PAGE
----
Eastern dragon threatens to bite

IF YOU think that the world’s financial ills have all been resolved, think again. Lingering geopolitical tensions in the east have the potential to shake markets, and could sting traders if they are not positioned appropriately.

THE DRAGON ROARS
Today marks the anniversary of the invasion of Manchuria, when Japanese forces invaded a northern region of China in 1931. And tensions have recently been stoked further between the two largest Asian economies over the sovereignty of a group of islands in the East China Sea, said to be rich in natural gas.

Chinese state media has warned that trade relations between the two countries are in jeopardy. David White of Spredex points out that “with £215bn trade between the two countries this is a worry. But sentiment may overshoot material impact”.

The news will be unwelcome to Japanese companies who trade with China. Toyota, whose cars have been targeted in a wave of anti-Japanese sentiment, sold 895,000 units in China last year, representing about 11 per cent of their sold units. It also built around 800,000 units in China. Its shares would be affected should the situation escalate.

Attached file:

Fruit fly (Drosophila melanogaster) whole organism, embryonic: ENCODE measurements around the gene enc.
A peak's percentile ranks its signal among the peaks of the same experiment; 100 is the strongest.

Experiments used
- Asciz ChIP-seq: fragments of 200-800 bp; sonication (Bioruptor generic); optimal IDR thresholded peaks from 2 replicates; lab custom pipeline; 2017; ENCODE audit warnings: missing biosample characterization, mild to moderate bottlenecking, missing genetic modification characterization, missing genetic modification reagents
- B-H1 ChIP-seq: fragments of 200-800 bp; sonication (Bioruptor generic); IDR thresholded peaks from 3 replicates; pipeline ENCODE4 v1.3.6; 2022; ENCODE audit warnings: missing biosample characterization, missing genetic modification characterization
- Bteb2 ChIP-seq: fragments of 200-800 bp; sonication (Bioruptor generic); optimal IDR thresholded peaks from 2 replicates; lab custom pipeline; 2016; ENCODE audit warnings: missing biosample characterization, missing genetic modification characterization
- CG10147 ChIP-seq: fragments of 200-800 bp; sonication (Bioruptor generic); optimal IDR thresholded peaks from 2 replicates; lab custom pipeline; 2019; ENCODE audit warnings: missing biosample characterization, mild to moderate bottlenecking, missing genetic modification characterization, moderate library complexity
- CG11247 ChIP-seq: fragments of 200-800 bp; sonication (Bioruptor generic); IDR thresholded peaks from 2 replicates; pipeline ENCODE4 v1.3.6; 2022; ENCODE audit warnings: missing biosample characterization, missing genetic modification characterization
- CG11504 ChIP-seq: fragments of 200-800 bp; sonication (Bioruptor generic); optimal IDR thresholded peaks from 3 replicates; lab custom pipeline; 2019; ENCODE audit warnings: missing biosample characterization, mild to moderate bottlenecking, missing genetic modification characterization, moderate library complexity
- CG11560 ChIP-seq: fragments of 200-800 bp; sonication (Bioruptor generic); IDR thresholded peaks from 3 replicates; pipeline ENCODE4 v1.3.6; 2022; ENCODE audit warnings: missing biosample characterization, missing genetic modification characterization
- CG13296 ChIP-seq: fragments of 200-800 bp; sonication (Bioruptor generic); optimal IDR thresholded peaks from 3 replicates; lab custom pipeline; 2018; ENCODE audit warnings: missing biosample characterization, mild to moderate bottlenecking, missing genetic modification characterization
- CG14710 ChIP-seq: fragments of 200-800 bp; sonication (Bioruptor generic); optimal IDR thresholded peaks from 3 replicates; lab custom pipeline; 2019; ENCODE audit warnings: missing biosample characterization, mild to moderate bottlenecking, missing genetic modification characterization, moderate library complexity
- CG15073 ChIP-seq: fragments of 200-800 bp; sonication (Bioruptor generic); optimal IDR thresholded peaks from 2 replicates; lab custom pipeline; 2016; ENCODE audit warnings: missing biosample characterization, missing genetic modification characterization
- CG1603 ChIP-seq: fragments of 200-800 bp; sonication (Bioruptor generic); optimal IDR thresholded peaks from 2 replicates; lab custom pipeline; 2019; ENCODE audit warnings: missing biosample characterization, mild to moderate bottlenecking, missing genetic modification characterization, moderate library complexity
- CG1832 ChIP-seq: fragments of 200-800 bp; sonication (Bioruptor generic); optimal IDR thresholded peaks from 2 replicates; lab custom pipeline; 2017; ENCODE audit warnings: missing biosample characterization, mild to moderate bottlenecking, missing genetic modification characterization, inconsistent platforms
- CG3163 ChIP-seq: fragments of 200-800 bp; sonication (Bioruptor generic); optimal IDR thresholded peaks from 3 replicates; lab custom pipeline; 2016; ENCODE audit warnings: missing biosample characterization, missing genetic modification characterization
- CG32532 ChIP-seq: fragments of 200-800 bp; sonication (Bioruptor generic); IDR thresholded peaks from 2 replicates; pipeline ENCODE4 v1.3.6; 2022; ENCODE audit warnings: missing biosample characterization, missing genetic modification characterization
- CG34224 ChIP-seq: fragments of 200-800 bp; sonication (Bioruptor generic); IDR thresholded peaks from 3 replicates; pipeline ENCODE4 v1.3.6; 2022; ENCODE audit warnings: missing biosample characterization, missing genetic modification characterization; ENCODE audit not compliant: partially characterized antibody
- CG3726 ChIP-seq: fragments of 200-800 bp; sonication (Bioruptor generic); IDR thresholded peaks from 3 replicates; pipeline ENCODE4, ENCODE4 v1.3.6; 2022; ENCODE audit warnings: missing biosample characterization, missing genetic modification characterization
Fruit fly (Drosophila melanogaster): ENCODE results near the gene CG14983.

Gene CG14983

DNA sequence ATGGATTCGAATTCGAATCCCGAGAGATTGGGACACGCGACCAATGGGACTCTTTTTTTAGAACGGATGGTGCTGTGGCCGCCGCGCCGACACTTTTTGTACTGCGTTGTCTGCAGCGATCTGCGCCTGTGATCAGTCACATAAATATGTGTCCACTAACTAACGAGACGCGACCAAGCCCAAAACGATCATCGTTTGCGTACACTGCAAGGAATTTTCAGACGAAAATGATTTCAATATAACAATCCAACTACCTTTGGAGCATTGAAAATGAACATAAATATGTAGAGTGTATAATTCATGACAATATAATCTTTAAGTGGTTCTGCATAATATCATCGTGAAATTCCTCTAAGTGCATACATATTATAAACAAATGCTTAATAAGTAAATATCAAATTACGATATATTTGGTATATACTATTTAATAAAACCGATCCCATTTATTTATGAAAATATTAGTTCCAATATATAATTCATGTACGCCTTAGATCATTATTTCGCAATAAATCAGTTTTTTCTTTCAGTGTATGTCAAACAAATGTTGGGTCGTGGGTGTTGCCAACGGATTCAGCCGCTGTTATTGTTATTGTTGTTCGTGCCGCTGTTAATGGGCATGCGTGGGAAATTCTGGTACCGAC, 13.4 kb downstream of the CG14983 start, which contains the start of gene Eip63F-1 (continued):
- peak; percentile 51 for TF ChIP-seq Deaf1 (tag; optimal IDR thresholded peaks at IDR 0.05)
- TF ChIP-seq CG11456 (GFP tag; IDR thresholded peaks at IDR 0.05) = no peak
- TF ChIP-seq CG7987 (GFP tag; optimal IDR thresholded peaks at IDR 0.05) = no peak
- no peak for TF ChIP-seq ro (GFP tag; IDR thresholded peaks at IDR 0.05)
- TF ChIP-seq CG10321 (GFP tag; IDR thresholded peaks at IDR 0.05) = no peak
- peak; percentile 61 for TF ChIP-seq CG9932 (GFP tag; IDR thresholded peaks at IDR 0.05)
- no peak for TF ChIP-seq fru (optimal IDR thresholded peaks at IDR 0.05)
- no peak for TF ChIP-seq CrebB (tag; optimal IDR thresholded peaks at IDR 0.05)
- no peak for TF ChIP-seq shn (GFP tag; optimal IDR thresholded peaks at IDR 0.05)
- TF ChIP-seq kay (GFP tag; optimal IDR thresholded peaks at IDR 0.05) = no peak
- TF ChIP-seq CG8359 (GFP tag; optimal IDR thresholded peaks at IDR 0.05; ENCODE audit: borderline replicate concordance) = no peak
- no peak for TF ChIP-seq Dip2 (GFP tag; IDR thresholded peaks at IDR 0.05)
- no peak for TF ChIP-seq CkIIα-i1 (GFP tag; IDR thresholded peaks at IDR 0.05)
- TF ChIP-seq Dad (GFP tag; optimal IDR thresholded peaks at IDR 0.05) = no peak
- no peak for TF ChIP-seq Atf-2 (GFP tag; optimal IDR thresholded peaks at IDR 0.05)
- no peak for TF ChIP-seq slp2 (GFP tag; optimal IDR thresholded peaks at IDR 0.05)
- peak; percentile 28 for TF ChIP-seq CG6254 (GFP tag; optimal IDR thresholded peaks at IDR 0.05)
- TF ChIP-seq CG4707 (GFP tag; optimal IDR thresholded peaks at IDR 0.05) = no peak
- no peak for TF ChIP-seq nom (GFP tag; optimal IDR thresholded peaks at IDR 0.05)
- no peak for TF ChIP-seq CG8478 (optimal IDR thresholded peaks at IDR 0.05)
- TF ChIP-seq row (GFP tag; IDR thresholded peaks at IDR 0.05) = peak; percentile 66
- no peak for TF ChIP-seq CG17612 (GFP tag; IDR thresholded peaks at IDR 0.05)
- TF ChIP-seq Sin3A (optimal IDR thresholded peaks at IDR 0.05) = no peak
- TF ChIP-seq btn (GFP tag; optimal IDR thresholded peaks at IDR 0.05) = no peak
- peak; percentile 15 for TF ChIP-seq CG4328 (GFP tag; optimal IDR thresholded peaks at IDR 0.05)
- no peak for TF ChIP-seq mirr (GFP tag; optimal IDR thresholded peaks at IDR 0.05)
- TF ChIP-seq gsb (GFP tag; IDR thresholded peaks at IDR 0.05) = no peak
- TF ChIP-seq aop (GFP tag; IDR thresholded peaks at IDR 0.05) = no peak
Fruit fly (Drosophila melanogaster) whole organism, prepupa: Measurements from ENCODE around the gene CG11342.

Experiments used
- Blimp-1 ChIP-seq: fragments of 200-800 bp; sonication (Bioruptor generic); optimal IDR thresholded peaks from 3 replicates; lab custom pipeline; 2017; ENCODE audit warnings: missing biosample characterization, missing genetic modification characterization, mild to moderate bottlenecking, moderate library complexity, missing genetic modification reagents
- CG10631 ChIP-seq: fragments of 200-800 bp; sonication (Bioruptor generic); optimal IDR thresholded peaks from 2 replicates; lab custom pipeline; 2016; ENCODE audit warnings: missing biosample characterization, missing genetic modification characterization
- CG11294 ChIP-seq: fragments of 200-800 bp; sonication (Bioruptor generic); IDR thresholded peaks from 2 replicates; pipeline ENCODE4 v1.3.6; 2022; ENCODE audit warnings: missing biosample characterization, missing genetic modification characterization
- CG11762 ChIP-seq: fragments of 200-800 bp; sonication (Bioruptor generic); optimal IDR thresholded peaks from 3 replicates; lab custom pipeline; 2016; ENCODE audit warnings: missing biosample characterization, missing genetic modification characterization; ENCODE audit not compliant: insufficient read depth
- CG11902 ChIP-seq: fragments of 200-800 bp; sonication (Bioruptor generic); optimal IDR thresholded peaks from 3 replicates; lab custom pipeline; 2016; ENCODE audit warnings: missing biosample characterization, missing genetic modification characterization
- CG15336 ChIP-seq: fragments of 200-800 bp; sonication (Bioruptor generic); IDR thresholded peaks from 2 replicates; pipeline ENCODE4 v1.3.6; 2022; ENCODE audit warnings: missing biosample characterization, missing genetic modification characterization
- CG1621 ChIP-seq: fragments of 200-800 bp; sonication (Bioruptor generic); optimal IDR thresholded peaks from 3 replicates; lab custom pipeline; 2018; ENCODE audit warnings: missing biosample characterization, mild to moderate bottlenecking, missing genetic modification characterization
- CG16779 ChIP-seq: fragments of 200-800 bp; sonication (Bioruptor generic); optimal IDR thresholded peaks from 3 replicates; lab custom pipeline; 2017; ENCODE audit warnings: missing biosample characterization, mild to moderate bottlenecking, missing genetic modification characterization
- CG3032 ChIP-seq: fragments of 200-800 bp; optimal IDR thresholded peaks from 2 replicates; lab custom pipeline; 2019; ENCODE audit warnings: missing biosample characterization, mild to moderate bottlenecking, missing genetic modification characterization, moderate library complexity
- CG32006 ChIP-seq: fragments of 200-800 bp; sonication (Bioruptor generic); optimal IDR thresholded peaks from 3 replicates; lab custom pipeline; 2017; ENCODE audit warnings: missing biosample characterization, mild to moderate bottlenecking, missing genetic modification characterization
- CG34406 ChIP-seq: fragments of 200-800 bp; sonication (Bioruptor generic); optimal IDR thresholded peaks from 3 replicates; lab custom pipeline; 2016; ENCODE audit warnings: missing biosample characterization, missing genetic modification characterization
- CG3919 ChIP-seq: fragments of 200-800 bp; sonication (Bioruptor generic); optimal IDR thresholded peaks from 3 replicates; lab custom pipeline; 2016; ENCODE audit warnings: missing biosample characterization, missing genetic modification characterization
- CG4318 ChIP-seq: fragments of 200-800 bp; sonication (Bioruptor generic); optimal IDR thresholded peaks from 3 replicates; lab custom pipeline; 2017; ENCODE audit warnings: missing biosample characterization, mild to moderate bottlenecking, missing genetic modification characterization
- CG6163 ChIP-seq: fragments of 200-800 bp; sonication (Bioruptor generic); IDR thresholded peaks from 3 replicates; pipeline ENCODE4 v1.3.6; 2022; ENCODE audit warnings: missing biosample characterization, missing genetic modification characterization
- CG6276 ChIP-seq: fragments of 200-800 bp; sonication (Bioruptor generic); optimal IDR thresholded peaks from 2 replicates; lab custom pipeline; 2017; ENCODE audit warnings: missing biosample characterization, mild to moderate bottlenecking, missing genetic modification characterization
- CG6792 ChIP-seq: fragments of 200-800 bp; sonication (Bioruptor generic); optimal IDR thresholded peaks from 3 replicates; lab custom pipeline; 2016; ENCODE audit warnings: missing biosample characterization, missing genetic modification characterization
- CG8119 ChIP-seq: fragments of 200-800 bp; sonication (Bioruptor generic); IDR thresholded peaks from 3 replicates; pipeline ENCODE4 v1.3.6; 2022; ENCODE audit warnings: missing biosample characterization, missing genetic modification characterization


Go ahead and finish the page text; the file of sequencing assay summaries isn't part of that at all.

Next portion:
Christopher Beauchamp, market analyst at IG Group thinks “increased tensions could undermine regional confidence,” resulting in a flight out of Japanese yen and Asian equity indices. He believes it would not be farfetched to see a flight into safe havens such as US treasuries, as well as oil.

PERSIAN THREAT
On the back of tensions with Israel and the US, Iran has threatened to close the Straits of Hormuz, a 40km stretch through which 20 per cent of the world’s oil supply passes.

White says that QE3, coupled with geopolitical tensions in Iran, could work together for traders: “Devaluing the dollar has an impact on dollardenominated assets like oil, which seems positioned to rise.” Beauchamp thinks “Iran is loath to actually close the Straits – it would affect their oil revenues too,” but if the situation deteriorates, closing the Straits would be like “throwing a match onto the oil market”.

White suggests that there are other potential plays, such as large-cap oil and gas companies, like Chevron and BP: “Both are relatively depressed in earnings multiples and could see upside benefit.” Beauchamp adds that “there could be a negative knock-on impact on the mining sector,” as well.

Traders should be cautious with contrarian plays like this until the situation becomes more clear. As White advises: “Trade what you see, not what you want to see.”